In general this could be a valid form of spirituality provided that great care is taken. First, one must check each case, as we said above, to see if it comes from a good spirit, an evil spirit, or autosuggestion. Many charismatics object strongly to checking. There is also a great danger of elitism. Some charismatics say other Catholics are "dead." This could lead to spiritual pride, the most deadly of vices. They should recognize that there is a diversity of spiritual graces, so not all need to follow the same pattern. Yes, on the basic level, all must follow the same principles. But on the secondary level, there is room for much variation, e.g., compare St. Francis de Sales, a refined gentlemen, with St. Benedict Joseph Labre, who lived like a tramp, probably had body lice.
Some groups also reject devotion to Our Lady - a sure sign that something is very basically wrong. Others reject things the Church promotes, such as the Miraculous Medal or the Scapular - again, a sign of something very wrong. Still others say they do not need the Church, they have a direct line to the Holy Spirit. This is seriously in error. Some groups have a rigid authoritarian structure - even though no one of them has a valid claim to authority. The authorities are answerable to no one - this is very dangerous.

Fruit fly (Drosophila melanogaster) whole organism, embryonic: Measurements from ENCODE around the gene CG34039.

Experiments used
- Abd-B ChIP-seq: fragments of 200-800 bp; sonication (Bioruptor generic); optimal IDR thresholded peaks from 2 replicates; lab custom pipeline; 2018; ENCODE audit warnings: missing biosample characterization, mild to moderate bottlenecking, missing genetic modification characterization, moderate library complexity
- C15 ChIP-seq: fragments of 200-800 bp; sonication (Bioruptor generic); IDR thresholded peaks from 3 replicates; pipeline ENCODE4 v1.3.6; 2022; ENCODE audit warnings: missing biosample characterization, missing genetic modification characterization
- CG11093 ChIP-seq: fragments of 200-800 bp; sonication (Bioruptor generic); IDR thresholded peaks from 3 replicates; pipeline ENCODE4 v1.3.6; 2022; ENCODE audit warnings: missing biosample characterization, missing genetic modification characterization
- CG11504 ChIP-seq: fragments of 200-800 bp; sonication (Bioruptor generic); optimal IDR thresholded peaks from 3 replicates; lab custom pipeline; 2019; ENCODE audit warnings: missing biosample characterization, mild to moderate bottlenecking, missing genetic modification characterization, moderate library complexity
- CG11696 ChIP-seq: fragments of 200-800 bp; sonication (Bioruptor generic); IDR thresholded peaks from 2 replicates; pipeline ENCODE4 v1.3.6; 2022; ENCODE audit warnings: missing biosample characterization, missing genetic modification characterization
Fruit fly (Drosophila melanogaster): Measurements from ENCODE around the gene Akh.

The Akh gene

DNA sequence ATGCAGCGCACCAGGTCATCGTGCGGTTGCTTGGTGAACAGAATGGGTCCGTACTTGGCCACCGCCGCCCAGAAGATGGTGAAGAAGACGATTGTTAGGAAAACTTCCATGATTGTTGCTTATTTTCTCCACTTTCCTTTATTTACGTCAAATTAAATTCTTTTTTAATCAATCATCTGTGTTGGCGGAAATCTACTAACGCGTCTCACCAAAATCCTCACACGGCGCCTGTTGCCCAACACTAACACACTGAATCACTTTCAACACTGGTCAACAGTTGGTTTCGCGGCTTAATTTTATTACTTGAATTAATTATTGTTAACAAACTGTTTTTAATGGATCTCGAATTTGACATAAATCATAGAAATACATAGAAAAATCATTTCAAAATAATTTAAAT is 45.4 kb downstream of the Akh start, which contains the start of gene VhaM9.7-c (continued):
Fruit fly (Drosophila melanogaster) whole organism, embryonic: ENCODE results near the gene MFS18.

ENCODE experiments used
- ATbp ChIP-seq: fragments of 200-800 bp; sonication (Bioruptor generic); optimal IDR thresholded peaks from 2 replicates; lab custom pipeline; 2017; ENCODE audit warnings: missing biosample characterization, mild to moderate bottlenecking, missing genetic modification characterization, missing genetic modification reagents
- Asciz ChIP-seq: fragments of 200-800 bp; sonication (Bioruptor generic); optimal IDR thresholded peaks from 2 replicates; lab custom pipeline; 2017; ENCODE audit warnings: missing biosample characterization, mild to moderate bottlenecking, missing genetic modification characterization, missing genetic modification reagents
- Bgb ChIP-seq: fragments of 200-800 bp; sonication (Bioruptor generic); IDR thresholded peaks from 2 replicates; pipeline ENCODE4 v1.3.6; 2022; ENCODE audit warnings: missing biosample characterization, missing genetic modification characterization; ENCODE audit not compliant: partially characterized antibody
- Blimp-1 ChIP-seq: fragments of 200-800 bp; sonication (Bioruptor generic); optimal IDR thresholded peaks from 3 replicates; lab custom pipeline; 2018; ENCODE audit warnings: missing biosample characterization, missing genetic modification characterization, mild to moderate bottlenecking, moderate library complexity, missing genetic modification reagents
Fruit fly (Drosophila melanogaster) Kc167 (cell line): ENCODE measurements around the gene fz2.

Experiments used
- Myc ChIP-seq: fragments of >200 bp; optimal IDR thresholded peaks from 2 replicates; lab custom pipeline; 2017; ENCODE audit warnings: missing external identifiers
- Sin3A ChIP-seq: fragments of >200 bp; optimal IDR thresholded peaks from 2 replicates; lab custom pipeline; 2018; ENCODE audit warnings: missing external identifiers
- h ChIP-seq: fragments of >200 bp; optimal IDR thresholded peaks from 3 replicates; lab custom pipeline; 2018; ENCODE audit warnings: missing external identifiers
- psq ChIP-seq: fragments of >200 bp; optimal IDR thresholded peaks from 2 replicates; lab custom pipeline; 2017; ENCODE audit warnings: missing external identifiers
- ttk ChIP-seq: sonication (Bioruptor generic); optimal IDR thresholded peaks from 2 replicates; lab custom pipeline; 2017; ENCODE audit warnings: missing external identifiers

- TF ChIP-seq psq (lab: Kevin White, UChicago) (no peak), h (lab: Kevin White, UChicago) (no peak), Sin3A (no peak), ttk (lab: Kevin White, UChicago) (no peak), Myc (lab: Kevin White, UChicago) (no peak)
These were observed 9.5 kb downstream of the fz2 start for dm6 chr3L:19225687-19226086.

There is also a danger of excess emotionalism: normally God does give consolations (satisfactions in religion) to those who make the second conversion (begin to get very serious about pleasing God). But this does not normally last indefinitely: St. Francis de Sales warns that if it did, they might love the consolations of God rather than the God of consolations.(Cf. his Introduction to the Devout Life 4.13).
Some charismatics claim what they have is merely the activation of the Gifts of the Holy Spirit, which does not happen in the usual Catholic. They call this Baptism in the Spirit. This too is a great error. All receive these Gifts along with sanctifying grace, and they have an increase at Confirmation and other times. But normally they do not show clear and overt effects until one is far advanced in the spiritual life - earlier, there may be latent effects. Still further, the effects of these Gifts are not the miraculous phenomena - that would be to confuse the sanctifying and the charismatic categories. Some also tend to be fundamentalistic in understanding Scripture.